Doc Rivers got his players together Friday morning for a brief film session, hoping the team could glean a lesson or two from the frustrating loss suffered two nights earlier at the hands of the Memphis Grizzlies. But first, he thought his guys could benefit from a little light reading.
He sat them down and read them a newspaper column about the "urgency" required to win an NBA championship. He read quote after quote about a team that lacked the right attitude, work ethic and consistency required to win.
He was reading about the Lakers.
The newspaper was the Los Angeles Times and the piece was a Wednesday offering from columnist Bill Plaschke that called out the current Western Conference leaders for losing three straight games last week and nearly blowing a fourth against the visiting Raptors on Tuesday night. The piece was blasting the Lakers — the defending world champions — over a four-game stretch in March.
But the same piece could have been written, practically word for word, about any team in the NBA. To the Celtics, it was criticism that sounded all too familiar.
"I thought he was talking about us, at first," Kendrick Perkins said. "But he wasn't."
Doc's moral was that every team goes through the doldrums like this, or that every team has doubts at one point or another in the season. Even the best have to deal with this kind of skepticism and the only difference is that the best are able to overcome it.
The name of the game is "urgency" and with the playoffs still more than a month away, that's the word on everyone's minds. Even in a 122-103 blowout of the Indiana Pacers on March 12, that urgency showed through. And for the veteran Celtics, that's a point of pride.
"That's what I've been saying the whole time," Paul Pierce said after Friday's win. "Just building some momentum. Trying to get these games under our belts, build up these wins and just play better. We're a veteran team, we know how to win games. We know what it takes. It's just about going out there and doing it consistently, knowing that the playoffs are right around the corner.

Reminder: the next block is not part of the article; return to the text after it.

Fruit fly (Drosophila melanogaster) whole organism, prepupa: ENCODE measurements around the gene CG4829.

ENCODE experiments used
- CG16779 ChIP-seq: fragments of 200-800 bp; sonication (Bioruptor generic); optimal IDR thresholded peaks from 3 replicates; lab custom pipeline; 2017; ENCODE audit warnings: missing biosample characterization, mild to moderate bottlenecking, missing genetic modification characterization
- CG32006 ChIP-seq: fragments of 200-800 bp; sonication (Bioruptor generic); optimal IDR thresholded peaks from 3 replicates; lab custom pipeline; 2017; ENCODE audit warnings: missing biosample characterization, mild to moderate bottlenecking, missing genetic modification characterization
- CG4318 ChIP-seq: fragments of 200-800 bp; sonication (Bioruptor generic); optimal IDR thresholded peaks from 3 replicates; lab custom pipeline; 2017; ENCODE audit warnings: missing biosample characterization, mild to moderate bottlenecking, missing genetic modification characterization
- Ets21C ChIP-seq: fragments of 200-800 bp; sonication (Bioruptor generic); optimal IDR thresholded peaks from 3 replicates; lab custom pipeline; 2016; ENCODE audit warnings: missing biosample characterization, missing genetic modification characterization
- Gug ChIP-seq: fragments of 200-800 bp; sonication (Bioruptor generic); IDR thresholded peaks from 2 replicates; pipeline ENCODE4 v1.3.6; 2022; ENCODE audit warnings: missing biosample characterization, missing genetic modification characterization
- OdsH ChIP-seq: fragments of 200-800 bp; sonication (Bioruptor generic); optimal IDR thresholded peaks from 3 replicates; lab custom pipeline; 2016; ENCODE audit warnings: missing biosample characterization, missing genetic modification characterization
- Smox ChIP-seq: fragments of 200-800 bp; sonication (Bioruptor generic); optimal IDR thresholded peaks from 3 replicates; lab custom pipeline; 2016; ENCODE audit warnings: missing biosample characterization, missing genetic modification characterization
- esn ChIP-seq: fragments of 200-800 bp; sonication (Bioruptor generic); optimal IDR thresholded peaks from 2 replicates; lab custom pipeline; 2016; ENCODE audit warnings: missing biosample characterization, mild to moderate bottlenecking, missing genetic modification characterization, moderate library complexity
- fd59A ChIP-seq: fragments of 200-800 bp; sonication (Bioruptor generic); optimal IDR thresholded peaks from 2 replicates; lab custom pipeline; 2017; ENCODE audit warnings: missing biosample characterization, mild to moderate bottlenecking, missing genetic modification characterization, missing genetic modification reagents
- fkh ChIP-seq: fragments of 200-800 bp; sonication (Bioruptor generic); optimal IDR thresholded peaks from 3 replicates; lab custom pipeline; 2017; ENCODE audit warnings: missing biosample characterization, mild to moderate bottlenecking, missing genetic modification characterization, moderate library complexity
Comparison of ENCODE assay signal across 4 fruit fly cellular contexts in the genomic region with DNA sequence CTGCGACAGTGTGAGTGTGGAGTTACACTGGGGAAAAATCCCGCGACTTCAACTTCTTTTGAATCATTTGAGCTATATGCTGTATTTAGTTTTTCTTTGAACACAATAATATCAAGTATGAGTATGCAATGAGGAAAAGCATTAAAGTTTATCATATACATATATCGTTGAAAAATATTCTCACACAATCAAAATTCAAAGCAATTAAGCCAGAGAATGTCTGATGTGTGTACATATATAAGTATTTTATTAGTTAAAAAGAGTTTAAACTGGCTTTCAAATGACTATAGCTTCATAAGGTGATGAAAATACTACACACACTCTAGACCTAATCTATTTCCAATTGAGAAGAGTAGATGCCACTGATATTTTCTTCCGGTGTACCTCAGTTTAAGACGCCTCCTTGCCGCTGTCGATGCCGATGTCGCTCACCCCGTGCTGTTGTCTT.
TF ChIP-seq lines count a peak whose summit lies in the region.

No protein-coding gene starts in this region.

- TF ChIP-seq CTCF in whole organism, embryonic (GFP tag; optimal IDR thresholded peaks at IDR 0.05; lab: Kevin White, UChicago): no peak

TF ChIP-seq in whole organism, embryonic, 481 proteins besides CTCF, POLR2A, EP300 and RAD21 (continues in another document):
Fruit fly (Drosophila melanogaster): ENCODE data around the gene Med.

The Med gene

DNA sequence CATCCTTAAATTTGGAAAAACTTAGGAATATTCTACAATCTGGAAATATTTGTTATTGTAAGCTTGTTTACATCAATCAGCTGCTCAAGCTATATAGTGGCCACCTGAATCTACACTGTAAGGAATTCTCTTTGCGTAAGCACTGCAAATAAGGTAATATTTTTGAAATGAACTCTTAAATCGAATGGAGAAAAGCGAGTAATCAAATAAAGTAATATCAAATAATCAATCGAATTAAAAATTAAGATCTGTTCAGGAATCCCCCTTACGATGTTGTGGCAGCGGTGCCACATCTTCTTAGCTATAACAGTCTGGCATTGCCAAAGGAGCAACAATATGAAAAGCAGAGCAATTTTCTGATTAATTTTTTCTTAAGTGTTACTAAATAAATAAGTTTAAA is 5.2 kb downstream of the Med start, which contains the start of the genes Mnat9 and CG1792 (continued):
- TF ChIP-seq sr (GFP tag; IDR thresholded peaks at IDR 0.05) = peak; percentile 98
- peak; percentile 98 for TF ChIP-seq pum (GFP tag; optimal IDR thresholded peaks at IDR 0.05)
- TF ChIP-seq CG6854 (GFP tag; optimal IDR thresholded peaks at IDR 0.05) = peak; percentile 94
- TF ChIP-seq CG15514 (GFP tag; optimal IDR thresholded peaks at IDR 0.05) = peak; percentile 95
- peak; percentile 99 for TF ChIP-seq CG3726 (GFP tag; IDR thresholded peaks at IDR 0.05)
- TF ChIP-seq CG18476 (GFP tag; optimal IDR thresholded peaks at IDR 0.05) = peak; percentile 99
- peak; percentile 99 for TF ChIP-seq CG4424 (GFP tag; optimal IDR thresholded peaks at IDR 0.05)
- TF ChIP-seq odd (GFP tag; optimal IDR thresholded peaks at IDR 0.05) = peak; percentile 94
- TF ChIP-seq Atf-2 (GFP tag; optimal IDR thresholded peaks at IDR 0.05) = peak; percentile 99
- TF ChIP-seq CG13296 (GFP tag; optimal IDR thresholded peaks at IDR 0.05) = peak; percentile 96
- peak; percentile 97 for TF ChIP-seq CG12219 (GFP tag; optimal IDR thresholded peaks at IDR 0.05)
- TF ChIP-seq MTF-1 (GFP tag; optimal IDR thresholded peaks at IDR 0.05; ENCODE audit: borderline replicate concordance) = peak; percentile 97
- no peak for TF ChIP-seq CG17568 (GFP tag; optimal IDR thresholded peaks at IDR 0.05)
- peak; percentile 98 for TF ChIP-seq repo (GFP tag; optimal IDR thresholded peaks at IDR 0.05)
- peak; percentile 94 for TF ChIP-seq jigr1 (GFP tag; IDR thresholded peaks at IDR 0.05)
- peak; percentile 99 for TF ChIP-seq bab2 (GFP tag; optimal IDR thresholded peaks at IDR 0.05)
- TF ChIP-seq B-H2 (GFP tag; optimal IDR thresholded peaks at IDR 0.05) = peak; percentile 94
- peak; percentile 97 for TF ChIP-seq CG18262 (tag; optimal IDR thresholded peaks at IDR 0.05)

"I'm not a believer that you can just turn it on when the playoffs start," the captain added. "You have to build habits, you have to get some momentum. It's like scoring — you hit four, five shots in a row, you feel like you're going to be on for the rest of the night. You can say the same thing about a team. You get a team that wins seven, eight, nine games in a row, you feel like you're unstoppable and you see a winning streak go off. That's what we're trying to build here."
Friday night was just one victory — one over a bottom-feeding team, no less. But all over the floor, you could see signs of a Celtics team moving forward. You saw Pierce re-emerging as the go-to scorer he's expected to be, pouring in 20 points in the first three quarters and sitting out the fourth. You saw the starting five share the ball, move it around with ease and execute each play perfectly. You saw the bench spring to life and add to the Celtics' lead in the second quarter while the starters rested.
All this talk about urgency is difficult to put into context. We're still a month away from the games that matter most and the Celtics are still working on finding a steady rhythm. But this win was a good start.
"I thought everybody had a sense of urgency," Rivers said. "You could see that on both ends. But I told them before and I told them at halftime, one game doesn't fix anything. But it's good that they know what they can do. I know that. And it was good to see."
Urgency doesn't come together overnight. Not for the Celtics, not for the Lakers, not for anyone else. But with each game, it builds up a little more. The Celtics were happy Friday night to build it with a win.